The Politics Of Illegal Immigration

By admin ~ March 30th, 2011 @ 7:06 am

The problem of illegal immigration exists today in large measure because the last two Presidential administrations have not enforced the Immigration Reform and Control Act of 1986, which provided for penalties against companies that hire undocumented workers. In 1999, under the Clinton Administration, the U.S. government collected a meager $3.69 million from 890 companies in fines. In 2004, under George Bush, the amount collected in fines from companies hiring undocumented workers was zero.

It is estimated that, in 2004, three million illegal immigrants entered the United States. In addition, the border with Mexico has never been properly secured, with only 9500 border agents trying to police an eight thousand mile border until 2005.

These factors have lead to an illegal immigrant population that has grown by at least 37% since the last United States census in the year 2000. This increase in illegal immigration will provide a political firestorm in Washington D.C. in the next few years since illegal immigrants are still included in the congressional apportionment calculation for 2010.

Congressional apportionment is the distribution of the 435 seats in the United States House Of Representatives among the 50 states. The calculation is done every decade and is based on the census of a state’s total population. The calculation includes citizens and non citizens including illegal aliens. The last calculation was done by Congress in the year 2000 and the next calculation of apportionment will be done in 2010. In addition this once in a decade population tally is used as the basis to distribute more than $200 billion in federal aid to the states each year.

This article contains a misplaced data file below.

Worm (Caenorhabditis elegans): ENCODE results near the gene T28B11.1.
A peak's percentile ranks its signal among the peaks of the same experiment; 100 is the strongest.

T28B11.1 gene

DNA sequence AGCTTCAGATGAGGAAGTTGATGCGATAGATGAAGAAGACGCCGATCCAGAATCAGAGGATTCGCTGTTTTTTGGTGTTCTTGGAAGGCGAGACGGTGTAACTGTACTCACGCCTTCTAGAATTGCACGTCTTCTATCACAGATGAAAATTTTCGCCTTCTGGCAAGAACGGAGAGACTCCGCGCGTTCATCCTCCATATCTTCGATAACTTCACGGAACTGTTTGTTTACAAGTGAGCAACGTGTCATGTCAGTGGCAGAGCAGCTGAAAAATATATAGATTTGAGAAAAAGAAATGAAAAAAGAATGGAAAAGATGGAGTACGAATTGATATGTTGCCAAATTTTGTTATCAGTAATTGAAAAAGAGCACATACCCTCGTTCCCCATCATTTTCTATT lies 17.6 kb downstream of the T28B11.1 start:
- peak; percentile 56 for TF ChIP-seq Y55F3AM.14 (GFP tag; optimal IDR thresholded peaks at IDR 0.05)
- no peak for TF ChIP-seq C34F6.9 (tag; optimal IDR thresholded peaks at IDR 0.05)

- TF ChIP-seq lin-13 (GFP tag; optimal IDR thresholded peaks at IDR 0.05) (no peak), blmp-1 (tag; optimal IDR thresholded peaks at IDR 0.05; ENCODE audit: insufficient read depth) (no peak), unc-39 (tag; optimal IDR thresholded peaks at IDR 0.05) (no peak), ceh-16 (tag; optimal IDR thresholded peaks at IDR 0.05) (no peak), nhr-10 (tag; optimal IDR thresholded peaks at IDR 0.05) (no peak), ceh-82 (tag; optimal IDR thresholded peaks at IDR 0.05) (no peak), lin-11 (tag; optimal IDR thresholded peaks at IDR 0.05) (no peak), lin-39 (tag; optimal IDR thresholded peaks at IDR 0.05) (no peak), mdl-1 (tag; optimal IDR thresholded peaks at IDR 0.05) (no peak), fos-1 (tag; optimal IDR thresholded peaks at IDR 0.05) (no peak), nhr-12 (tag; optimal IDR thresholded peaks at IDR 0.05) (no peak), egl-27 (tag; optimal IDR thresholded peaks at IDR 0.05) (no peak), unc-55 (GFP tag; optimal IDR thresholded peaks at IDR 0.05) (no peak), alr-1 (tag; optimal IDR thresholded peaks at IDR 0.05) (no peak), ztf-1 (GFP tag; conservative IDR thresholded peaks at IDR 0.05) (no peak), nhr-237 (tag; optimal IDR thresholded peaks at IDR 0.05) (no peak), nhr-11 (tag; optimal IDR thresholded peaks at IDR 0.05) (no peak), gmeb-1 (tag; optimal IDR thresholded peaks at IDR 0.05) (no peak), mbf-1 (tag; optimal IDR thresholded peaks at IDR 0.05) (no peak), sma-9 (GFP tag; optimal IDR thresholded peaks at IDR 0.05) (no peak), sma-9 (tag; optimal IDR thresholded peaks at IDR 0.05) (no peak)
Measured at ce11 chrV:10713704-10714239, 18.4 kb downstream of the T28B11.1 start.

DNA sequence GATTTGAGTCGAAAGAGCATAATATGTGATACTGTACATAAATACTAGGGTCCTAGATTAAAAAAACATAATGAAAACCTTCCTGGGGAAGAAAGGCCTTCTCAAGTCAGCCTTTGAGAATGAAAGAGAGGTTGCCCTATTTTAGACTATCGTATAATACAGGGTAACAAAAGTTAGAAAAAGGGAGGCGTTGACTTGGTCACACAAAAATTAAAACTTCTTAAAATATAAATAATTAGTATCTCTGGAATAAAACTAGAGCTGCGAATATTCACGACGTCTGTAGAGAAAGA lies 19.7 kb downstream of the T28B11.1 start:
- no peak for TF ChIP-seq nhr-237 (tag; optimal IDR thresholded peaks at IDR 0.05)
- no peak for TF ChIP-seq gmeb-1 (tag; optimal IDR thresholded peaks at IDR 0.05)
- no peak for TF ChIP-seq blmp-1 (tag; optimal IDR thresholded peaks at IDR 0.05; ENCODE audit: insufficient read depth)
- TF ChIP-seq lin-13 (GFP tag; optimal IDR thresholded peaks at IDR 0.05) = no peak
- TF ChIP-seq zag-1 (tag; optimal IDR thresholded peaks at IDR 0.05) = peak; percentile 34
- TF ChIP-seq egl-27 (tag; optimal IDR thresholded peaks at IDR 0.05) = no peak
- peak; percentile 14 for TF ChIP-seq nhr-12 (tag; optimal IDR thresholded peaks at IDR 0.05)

When examining the last congressional apportionment in the year 2000, several interesting things become apparent. Seven million illegal aliens were counted in the 2000 United States census. In total the census counted 18.5 million non-citizens. These illegal aliens and non-citizens tend to live in several states in a concentrated fashion. Since apportionment considers non-citizens and illegal aliens in its formula, the result in 2000 was a redistribution of nine congressional seats. The result was that low immigration states that seem unaffected by immigration experienced a loss of their political influence. This loss of political influence occurred through the loss of congressional seats in the House of Representatives. The presence of non citizens in the census and apportionment calculations had some dramatic political consequences. Due to the fact that non-citizens were factored into the 2000 calculation, Indiana, Michigan, Mississippi lost one seat each. The states of Montana, Oklahoma, Pennsylvania, Wisconsin, Kentucky, and Utah each failed to gain a seat they should have had. The states with a high number of illegal aliens and non citizens gained the seats. California gained six seats and Florida, New York, and Texas gained one seat each.